Although the online form of this program will exclude the vital socialization aspect of in-person training classes, the upsides of this program definitely outweigh them. Just make sure to safely let your puppy socialize with other dogs once they’ve received their vaccinations.
Mastidoodle Coat Care & Grooming
Mastidoodles are often called high-maintenance due to their extensive grooming routines. With thick and fluffy coats, there are quite a few different steps to schedule into your Mastidoodle’s grooming regimen. These include brushing, bathing, and hair trimming, to name a few.
Brushing A Mastidoodle
Daily brushing is absolutely necessary for Mastidoodles to take care of their dense coats. Not only will this be the only way to prevent matting, it’s also an excellent way to reduce any shedding if you’ve got a double-coated Mastidoodle.
Although curly-coated Mastidoodles require the most upkeep (after all, they’re the most prone to matting), we strongly recommend that even wavy and straight-coated Mastidoodles are brushed through once a day. Or at least a minimum of 3 to 4 times a week.
Of course, with thick and demanding coats like we see on the Mastidoodle, it’s also important that you choose a suitable dog brush according to your Dood’s coat type. In this guide, we’ve singled out the best types of dog grooming brushes for Mastidoodles specifically. Be sure to take a look!
Trimming The Hair
To keep a Mastidoodle’s hair at a healthy and comfortable length, you’ve also got to have their hair trimmed about every 6 to 8 weeks. Professional dog grooming salons usually know how to handle a Doodle’s hair, but might need some guidance when you’re discussing the haircuts you’re after.
Of course, it’s not the cheapest thing to take your large-sized Mastidoodle to a professional groomers every few months. So, to save some (ahem… a lot of) money, you can instead groom your pooch at home yourself. For this very reason we created our online course How To Groom A Doodle At Home that’ll teach you all the basics along with more advanced grooming techniques with the help of video tutorials.
Bathing & Other Grooming Routines
You should bathe your Mastidoodle only when necessary, a.k.a when they get dirty or smelly, to prevent skin and coat health issues. Although some Mastidoodles can certainly be washed once a week, for others it can be too drying and irritating for the skin. So, it’s not uncommon for some peeps to wash their Doods only when they get their hair cut.
When bathing your Mastidoodle, only use dog shampoos and conditioners. Human products can be very harmful for our pets. At the very least, they could cause irritations on the skin.
In addition to that, cleaning your Mastidoodle’s ears once a week with a dog ear cleaner is such an easy way to prevent painful ear infections and keep nasty smells at bay. You should also aim to trim your dog’s nails once a week to prevent overgrown or ingrown nails, or pain and discomfort when walking. To prevent bad breath and dental health problems, try to wash your Mastidoodle’s teeth as often as possible. Again, only with a specially formulated dog toothpaste!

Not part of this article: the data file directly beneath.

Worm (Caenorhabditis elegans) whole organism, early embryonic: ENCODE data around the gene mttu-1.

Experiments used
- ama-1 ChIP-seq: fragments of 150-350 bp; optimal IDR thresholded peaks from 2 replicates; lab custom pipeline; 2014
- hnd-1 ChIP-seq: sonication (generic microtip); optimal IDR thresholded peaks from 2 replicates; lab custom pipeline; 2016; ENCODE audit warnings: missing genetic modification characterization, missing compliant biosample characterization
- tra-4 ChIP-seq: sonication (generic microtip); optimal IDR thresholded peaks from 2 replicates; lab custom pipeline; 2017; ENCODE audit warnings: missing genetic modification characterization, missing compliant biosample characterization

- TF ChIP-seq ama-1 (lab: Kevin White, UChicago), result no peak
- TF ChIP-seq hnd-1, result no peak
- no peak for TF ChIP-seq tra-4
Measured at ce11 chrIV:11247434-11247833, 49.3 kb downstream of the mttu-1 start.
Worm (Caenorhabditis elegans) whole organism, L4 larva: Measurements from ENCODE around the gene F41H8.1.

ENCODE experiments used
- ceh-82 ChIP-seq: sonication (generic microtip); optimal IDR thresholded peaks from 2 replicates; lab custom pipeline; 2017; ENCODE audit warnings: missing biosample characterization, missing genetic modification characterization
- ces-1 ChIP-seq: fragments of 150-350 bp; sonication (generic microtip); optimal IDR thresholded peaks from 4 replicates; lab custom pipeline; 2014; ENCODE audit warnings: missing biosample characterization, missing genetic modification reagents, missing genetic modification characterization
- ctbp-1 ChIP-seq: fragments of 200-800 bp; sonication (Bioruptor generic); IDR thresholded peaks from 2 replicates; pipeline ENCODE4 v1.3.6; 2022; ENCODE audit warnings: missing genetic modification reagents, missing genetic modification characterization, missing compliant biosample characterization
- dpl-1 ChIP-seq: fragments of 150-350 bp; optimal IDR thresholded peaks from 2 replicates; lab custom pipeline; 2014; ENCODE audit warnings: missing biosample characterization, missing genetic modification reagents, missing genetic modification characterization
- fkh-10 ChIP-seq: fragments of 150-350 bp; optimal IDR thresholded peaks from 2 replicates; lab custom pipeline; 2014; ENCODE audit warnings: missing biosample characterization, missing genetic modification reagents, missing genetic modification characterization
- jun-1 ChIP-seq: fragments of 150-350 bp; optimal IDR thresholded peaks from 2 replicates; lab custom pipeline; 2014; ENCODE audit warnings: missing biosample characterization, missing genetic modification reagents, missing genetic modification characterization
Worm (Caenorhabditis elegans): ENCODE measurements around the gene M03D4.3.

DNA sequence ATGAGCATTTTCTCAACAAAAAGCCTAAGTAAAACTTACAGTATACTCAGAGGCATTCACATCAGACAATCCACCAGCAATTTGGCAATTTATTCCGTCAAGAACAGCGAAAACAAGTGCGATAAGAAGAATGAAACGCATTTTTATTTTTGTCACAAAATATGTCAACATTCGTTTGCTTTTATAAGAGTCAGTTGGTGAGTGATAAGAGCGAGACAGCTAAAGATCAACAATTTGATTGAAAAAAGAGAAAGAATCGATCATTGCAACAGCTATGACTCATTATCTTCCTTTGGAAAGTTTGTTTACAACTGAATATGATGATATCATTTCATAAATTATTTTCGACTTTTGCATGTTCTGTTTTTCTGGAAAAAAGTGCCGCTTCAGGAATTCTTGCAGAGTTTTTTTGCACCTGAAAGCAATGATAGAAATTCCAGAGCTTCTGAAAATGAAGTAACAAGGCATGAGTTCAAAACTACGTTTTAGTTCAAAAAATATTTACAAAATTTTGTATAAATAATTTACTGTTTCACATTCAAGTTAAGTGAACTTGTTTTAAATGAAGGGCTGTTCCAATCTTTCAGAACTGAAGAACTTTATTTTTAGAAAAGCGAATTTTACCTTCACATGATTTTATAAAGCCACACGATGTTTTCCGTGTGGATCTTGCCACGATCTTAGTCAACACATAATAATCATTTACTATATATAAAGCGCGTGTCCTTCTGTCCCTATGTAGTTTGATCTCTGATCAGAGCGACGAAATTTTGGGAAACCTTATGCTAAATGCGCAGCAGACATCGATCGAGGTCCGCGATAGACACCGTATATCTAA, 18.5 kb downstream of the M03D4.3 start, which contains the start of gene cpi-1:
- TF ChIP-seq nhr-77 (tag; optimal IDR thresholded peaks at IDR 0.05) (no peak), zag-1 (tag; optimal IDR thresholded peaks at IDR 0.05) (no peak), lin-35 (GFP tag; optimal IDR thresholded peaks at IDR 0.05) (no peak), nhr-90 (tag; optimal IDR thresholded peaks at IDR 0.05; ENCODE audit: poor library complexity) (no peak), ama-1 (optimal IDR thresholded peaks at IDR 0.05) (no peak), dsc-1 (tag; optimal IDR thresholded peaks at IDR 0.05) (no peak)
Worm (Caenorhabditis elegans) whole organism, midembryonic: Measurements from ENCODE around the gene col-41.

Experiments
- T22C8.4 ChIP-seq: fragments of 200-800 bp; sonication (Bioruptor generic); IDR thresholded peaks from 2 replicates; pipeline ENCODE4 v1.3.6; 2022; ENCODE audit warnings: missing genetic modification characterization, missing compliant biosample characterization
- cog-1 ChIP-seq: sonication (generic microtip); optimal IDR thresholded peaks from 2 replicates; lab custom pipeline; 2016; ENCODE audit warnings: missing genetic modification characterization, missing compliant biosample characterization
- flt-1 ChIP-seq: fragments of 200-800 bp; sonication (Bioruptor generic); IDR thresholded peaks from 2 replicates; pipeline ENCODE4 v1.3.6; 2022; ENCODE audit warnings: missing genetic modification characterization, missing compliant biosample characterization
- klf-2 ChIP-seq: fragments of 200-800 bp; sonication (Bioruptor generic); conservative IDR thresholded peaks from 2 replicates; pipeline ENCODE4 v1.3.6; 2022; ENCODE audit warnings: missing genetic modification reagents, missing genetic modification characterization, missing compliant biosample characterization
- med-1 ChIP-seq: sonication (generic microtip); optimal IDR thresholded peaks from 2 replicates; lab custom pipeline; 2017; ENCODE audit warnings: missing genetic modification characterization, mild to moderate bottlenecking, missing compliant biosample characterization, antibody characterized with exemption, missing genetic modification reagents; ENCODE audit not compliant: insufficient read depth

Where Can You Get Mastidoodle Puppies?
Anyone who’s looking to adopt a Mastidoodle puppy should only do this after careful consideration and extensive research. But if you’re sure that the Mastidoodle is the right pup for you, it’s time to start looking into ethical breeders.
As the very first step, we recommend you read our in-depth guide on How To Choose A Responsible Doodle Breeder. Once you know how to differentiate responsible breeders from Doodle scammers and puppy mills, you’re ready to start looking for a breeder!
To make the process easier for you, we created a Doodle Breeder Directory where we list reputable breeders that follow ethical breeding guidelines in the US and other countries.
If you’re wondering how much a Mastidoodle costs, then the initial cost of adoption will likely set you back anywhere in the range of $1,500 and up to $4,000 for a puppy.
Mastidoodles are great pets thanks to their gentle and calm nature. They’re unbelievably loving dogs despite their humongous size! They tend to get along very well with children and even smaller pets, enjoying all the cuddles they can get from the whole family. Mastidoodles are also highly intelligent dogs, so training them into a well-behaved pooch is usually very much doable!
Mastidoodles aren’t much of a barkers, especially if they take more after their Mastiff parents. On the other hand, as the Poodle can be somewhat vocal, backcross generations of the Mastidoodle may be somewhat more keen on barking than others. What’s more, since many Mastidoodles inherit the Mastiff’s protective nature, they’ll likely bark whenever they feel that there’s a threat to you, your family, or your home.
Mastidoodle is best for someone who lives in a more spacious home. Preferably with a large fenced backyard. As Mastidoodles are very, very large dogs, they require plenty of space to move around comfortably without accidentally knocking things over when simply turning around. Other than that, Mastidoodles can be great companions for almost any type of household where they’re loved and cared for.